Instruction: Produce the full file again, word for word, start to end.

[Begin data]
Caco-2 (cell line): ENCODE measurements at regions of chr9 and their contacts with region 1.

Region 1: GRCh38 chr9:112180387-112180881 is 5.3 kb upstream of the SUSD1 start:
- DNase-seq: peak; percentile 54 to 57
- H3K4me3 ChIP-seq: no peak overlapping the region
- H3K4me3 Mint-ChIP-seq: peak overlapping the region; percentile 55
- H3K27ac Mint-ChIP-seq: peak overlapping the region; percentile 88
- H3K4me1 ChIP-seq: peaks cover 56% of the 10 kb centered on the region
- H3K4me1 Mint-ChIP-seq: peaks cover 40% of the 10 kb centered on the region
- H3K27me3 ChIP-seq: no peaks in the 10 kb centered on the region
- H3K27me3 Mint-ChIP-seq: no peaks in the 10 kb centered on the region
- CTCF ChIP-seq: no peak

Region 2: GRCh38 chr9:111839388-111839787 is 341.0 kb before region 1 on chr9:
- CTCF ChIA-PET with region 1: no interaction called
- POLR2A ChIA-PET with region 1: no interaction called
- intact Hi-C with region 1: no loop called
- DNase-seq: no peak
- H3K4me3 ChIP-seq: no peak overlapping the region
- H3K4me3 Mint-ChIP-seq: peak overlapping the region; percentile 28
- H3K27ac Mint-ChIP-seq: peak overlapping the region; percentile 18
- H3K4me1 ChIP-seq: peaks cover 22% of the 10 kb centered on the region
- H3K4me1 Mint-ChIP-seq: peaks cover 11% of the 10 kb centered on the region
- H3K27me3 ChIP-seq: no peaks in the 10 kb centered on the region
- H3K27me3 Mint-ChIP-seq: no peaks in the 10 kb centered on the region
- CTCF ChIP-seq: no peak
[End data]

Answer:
Caco-2 (cell line): ENCODE measurements at regions of chr9 and their contacts with region 1.

Region 1: GRCh38 chr9:112180387-112180881 is 5.3 kb upstream of the SUSD1 start:
- DNase-seq: peak; percentile 54 to 57
- H3K4me3 ChIP-seq: no peak overlapping the region
- H3K4me3 Mint-ChIP-seq: peak overlapping the region; percentile 55
- H3K27ac Mint-ChIP-seq: peak overlapping the region; percentile 88
- H3K4me1 ChIP-seq: peaks cover 56% of the 10 kb centered on the region
- H3K4me1 Mint-ChIP-seq: peaks cover 40% of the 10 kb centered on the region
- H3K27me3 ChIP-seq: no peaks in the 10 kb centered on the region
- H3K27me3 Mint-ChIP-seq: no peaks in the 10 kb centered on the region
- CTCF ChIP-seq: no peak

Region 2: GRCh38 chr9:111839388-111839787 is 341.0 kb before region 1 on chr9:
- CTCF ChIA-PET with region 1: no interaction called
- POLR2A ChIA-PET with region 1: no interaction called
- intact Hi-C with region 1: no loop called
- DNase-seq: no peak
- H3K4me3 ChIP-seq: no peak overlapping the region
- H3K4me3 Mint-ChIP-seq: peak overlapping the region; percentile 28
- H3K27ac Mint-ChIP-seq: peak overlapping the region; percentile 18
- H3K4me1 ChIP-seq: peaks cover 22% of the 10 kb centered on the region
- H3K4me1 Mint-ChIP-seq: peaks cover 11% of the 10 kb centered on the region
- H3K27me3 ChIP-seq: no peaks in the 10 kb centered on the region
- H3K27me3 Mint-ChIP-seq: no peaks in the 10 kb centered on the region
- CTCF ChIP-seq: no peak